Sysprepped SharePoint 2010 Development Image

SharePoint 2010 is here and it’s time to do things right this time around. To me, doing it right means that everything I do should be reusable. Those reusable components may be for our internal developers or it may be something that the sales team can run with but either way that’s the goal.

The requirements

When it came time to put together the image that would be reused for all the developers across the company we needed a solution a little bit more robust then the solution we used for SharePoint 2007. Below are some of our requirements:

  1. Consistent installations between environments
  2. Follow best practices where possible (development environments historically break this rule for ease of use)
  3. Unique computer name for each person to avoid network collisions
  4. Automated installation to allow for quick spin up of development environments
  5. Should use VMware (We recently transitioned everything from Virtual PC to VMware due to 64bit requirements)

In addition to these requirements we also put in place some new machine requirements for all developers. At a high level this includes 8 GB of ram and quad core processors. The developer has input for the remaining specs.

Setting up the base image

Base image is created in VMware workstation. I use snapshots to manage the different stages of the virtual. The main snapshots are “Base” and “Sysprepped” as shown below.

If we need to make changes then I’ll update the base, retake the snapshot and perform another Sysprep. Josh Meyer posted a great tutorial on his blog that was very helpful. Do be aware that the ability to Sysprep SQL Server 2008 is an R2 ONLY feature. Josh’s guide will get you most of the way there but you’re still going to need to complete the SQL Server installation and complete the configuration of SharePoint. What if we could take this one step further and automate both of those installs so that all the user needs to do is rename the box and run some ready to go PowerShell scripts? We can… I did… and we’ve been using this process to spin up 2010 development environments for about 6 months. (I’m just now blogging about it because I just refreshed the image the other day).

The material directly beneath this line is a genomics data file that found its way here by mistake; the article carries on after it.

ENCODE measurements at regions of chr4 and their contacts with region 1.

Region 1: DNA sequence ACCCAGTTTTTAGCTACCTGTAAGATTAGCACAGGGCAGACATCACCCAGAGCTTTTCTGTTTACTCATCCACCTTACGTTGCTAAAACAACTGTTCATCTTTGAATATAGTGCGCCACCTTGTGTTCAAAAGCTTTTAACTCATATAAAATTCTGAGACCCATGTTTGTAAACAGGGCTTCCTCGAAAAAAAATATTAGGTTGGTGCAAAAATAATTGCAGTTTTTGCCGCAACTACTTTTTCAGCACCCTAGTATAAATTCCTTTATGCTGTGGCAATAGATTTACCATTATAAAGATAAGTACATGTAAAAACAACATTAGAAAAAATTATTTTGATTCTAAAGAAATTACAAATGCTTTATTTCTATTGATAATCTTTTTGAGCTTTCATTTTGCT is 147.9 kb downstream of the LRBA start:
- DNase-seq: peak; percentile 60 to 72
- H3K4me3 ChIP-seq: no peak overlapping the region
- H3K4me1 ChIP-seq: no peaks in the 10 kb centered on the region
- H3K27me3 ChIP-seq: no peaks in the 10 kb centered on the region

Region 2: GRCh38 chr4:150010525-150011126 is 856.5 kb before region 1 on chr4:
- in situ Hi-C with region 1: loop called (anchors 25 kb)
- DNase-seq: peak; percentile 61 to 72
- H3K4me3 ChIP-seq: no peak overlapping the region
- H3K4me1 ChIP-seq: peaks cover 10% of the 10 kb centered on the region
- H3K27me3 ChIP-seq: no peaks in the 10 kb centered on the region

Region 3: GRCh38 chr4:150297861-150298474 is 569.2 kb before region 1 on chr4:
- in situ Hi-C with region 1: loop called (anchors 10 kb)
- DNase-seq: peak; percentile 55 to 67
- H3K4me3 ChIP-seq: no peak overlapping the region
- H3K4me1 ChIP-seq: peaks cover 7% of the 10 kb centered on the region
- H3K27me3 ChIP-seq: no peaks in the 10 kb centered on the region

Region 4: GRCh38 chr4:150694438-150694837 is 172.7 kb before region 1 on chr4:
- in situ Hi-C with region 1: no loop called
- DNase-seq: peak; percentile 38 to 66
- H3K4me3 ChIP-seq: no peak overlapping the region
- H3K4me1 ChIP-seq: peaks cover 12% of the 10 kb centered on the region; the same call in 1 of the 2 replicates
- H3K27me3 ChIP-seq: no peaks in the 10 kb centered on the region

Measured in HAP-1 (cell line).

The process is pretty straight forward:

  1. Install windows
  2. Install SQL (as a prepared image)
  3. Install SharePoint prerequisites
  4. Install SharePoint (files only, do not run configuration wizard)
  5. Install additional software / utilities / configurations (See the section below to see what we decided to put on our image)
  6. Copy the SQL Server installation media into the virtual (now it’s self contained)
  7. Set up batch process to complete the SQL Server installation. (Download included at the bottom of the post)
  8. Set up a batch process to complete the SharePoint Server installation. I decided to use a modified version of AutoSPInstaller from CodePlex. I had to add some code to automatically convert localhost to the machine name for user accounts and I also removed some code that checked if SharePoint was already installed because I was having trouble with it.